6) Casey James – “OK, It’s Alright With Me” by Eric Hutchinson – Song choice. Always so crucial. Especially on the week before the finals. I don’t see any benefit to picking this song. Strike that. No benefit to Casey. I’m sure Eric Hutchinson couldn’t be having a better day today! The judges said Casey was “playing it safe,” probably because this was similar to a lot of songs Casey’s done this season. I think “safe” is the wrong word. “Risky” is more like it. The week before the finals is not the best time to give the audience a song that manages to be both unfamiliar and more of the same. That said, no complaints on the vocal. I’m a fan.

Casey James goes home tonight. Lee DeWyze vs. Crystal Bowersox in next week’s Idol finale.

Those are my thoughts. Yours? Let me know!

Greg Valentine
check me out on Twitter: http://twitter.com/gregvalentine

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Idol Thoughts — 05.11.10

I’m surprised by this. But as a theme week on American Idol, “movie songs” doesn’t hold up very well for me.

Sure, it’s a way to put some limits on what song the contestants sing. But genre-wise, movie songs can be every and any genre. So musically, it really isn’t a “theme” at all.

On top of that, I never feel any connection between the performance on the Idol stage to the films the songs are from. Maybe they could show some footage from the movie on the screen behind the singers as they perform? Just thinking out loud. I’m sure that costs money Idol producers would rather not spend.

For that matter, it’d be somewhat dubious to resurrect some of last night’s movies. Helping a giant killer whale find freedom? The second worst Batman movie? A 40-year old AFI Top 100 classic–that 80% of Idol‘s audience has never seen?

Jamie Foxx returned last night. With success in both the films and music, you couldn’t book a guest mentor that makes more sense. Even so, there was a tinge of “been there, done that” seeing that Foxx was on just last season. Foxx got in the finalists faces (literally) and pushed them to be “artists,” not “contestants,” even bestowing tee shirts to the singers with those words on them at the end of his time with them. Big Mike seemed a little put off when Foxx tried to hand him the “contestant” tee. Mike said no, he wouldn’t take it. Foxx didn’t argue. Hey, it’s “Big” Mike…probably wasn’t the right size, anyway!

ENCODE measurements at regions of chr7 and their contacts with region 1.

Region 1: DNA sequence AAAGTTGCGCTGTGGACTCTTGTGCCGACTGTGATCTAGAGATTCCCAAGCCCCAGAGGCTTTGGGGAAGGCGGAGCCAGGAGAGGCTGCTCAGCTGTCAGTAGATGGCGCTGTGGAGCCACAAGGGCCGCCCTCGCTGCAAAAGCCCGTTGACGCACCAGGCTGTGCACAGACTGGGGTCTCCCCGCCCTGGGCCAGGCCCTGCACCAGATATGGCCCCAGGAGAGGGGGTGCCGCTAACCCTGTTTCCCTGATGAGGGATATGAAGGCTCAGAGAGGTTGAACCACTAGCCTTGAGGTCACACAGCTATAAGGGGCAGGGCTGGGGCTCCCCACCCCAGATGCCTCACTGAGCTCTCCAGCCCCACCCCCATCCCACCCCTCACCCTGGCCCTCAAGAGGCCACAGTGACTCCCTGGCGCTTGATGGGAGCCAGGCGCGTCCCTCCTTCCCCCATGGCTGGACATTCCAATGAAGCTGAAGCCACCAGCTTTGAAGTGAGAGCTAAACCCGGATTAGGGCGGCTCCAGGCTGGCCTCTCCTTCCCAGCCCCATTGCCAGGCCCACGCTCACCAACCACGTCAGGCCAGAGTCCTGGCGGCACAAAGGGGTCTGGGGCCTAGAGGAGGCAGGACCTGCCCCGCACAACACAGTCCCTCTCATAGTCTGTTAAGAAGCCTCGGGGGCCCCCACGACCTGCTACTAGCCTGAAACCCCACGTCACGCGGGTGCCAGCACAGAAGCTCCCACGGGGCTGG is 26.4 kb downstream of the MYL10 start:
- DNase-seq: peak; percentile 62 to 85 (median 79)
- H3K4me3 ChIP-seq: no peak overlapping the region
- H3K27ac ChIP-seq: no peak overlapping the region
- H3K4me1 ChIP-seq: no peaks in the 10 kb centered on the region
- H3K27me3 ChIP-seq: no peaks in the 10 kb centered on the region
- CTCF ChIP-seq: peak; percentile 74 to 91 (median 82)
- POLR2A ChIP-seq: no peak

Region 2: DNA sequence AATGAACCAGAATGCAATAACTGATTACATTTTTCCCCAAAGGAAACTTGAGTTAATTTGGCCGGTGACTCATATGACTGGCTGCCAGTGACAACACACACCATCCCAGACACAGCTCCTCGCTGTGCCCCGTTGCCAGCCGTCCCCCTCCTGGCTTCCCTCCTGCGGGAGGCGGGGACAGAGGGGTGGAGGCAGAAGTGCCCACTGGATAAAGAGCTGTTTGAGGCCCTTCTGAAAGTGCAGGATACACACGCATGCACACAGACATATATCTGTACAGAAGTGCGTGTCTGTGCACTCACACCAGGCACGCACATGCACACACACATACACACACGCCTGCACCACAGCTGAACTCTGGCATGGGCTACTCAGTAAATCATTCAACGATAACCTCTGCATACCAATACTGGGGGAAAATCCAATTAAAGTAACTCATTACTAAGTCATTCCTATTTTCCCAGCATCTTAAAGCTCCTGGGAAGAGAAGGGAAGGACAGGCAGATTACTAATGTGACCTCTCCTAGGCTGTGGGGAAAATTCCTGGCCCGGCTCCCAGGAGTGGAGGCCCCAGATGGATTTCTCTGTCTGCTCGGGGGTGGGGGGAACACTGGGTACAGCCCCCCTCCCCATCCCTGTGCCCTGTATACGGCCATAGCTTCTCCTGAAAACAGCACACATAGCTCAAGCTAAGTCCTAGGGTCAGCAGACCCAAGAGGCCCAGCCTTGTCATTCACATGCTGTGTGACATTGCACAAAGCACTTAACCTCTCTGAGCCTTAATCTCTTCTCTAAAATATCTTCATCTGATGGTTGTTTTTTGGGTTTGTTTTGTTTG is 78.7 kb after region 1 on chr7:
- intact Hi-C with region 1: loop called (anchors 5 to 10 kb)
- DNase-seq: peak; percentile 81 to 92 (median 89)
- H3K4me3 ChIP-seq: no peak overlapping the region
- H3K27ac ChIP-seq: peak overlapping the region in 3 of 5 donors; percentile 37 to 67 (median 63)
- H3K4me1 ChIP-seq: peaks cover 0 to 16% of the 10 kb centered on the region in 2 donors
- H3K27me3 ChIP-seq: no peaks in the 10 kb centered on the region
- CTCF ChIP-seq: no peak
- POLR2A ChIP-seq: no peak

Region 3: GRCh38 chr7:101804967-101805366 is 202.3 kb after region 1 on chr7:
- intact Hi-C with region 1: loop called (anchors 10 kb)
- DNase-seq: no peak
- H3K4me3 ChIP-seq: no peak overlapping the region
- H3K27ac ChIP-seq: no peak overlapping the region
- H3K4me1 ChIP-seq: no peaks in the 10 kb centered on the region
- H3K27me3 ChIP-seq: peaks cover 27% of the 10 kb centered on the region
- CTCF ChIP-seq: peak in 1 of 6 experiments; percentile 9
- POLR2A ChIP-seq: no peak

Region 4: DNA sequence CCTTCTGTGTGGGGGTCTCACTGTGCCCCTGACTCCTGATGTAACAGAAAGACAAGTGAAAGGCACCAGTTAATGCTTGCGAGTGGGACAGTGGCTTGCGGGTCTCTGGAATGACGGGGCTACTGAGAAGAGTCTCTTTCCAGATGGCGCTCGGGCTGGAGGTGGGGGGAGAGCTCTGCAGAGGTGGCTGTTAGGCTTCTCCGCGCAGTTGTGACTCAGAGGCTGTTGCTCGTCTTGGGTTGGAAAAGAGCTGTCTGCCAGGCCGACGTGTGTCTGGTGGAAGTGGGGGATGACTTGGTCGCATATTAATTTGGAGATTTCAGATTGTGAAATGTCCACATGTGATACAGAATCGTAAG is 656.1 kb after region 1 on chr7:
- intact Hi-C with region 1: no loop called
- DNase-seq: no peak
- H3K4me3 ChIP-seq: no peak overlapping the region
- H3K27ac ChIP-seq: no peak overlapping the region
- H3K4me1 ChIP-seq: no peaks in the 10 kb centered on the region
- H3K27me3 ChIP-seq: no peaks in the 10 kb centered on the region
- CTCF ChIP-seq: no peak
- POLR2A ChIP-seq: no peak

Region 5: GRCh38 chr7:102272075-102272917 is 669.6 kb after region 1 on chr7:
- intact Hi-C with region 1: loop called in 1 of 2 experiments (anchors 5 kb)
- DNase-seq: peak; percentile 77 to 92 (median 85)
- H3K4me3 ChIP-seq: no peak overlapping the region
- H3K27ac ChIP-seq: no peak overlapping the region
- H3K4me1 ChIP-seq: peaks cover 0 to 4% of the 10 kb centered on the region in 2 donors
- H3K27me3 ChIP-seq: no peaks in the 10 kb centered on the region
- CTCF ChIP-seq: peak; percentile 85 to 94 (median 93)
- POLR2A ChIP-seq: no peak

In addition, the duets were back last night. To save the night, I should say. They turned out to be the highlights. I guess I’m not surprised. On a season where there’s been a shortage of personality, there’s a better chance of getting some when you double these finalists up. Here’s everything ranked, individual and duet performances all together:

1) Lee DeWyze and Crystal Bowersox – “Falling Slowly” by Glen Hansard and Markéta Irglová (from the film Once) – Probably my favorite performance of the entire season. This really worked. Lee and Crystal sang as if something really mattered. Not that they don’t on their own. They do. But the passion was stronger here than ever before. I’ve always felt the best duets allow the individuals to spotlight their vocal strengths while finding some shared, harmonic area. Lee and Crystal nailed that. They made a strong argument for a Lee-Crystal finale.

2) Casey James and Michael Lynche – “Have You Ever Really Loved A Woman” by Bryan Adams (from the film Don Juan DeMarco) – Another solid duet with some tight harmonies and skillful guitar-work from Casey. Although after singing the opening verse, it seemed to me Casey became Mike’s back-up singer; Casey sounded lower in the vocal mix. That said, “Big Mike” was clearly better suited vocally for the song. And Mike made the most of it, getting more mileage out of his singing here than on his solo song.

3) Crystal Bowersox – “I’m Alright” by Kenny Loggins (from the film Caddyshack) – Hey, at least it wasn’t “Footloose.” Can you imagine someone doing that? I can. He name is Tim Urban, and he got voted off weeks ago. So, this was kind of a cheesy song choice for Crystal. I’m guessing Crystal loves the comedy goldmine that is Caddyshack (as should everybody!!). As such, Crystal probably has fonder thoughts about this song than are really deserved. On a night where the other finalists’ solo efforts came up short, Crystal made the most of this one, giving it an energetic, bluesy-rock, Janis Joplin vocal.

4) Casey James – “Mrs. Robinson” by Simon & Garfunkel (from the film The Graduate) – Oh, c’mon! You know Casey was talked into performing this song by someone behind-the-scenes, right? So the show could play up the whole “Kara DioGuardi is Mrs. Robinson” storyline. Hey, I’m not saying that’s a bad thing. But outside of that particular  storyline on AI9 (like in, you know, the real world), I’m not sure how Casey doing this song is relevant. At least that’s what I was saying as I was tapping my toes and diggin’ this sit-down, ukulele version. It all came together and worked.